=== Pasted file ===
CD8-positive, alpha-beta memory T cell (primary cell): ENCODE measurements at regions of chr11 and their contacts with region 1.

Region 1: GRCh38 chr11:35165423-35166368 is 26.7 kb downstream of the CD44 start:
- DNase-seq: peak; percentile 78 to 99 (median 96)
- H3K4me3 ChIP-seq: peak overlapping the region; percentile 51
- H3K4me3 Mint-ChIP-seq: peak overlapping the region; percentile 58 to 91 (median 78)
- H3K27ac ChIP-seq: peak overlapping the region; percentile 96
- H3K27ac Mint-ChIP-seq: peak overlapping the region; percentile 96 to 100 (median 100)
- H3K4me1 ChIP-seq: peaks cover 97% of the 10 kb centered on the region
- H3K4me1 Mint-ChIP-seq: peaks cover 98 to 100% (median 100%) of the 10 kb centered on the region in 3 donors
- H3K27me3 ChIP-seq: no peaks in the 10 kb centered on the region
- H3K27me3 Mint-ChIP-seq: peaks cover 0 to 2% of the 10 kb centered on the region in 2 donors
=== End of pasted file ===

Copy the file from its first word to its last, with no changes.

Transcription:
CD8-positive, alpha-beta memory T cell (primary cell): ENCODE measurements at regions of chr11 and their contacts with region 1.

Region 1: GRCh38 chr11:35165423-35166368 is 26.7 kb downstream of the CD44 start:
- DNase-seq: peak; percentile 78 to 99 (median 96)
- H3K4me3 ChIP-seq: peak overlapping the region; percentile 51
- H3K4me3 Mint-ChIP-seq: peak overlapping the region; percentile 58 to 91 (median 78)
- H3K27ac ChIP-seq: peak overlapping the region; percentile 96
- H3K27ac Mint-ChIP-seq: peak overlapping the region; percentile 96 to 100 (median 100)
- H3K4me1 ChIP-seq: peaks cover 97% of the 10 kb centered on the region
- H3K4me1 Mint-ChIP-seq: peaks cover 98 to 100% (median 100%) of the 10 kb centered on the region in 3 donors
- H3K27me3 ChIP-seq: no peaks in the 10 kb centered on the region
- H3K27me3 Mint-ChIP-seq: peaks cover 0 to 2% of the 10 kb centered on the region in 2 donors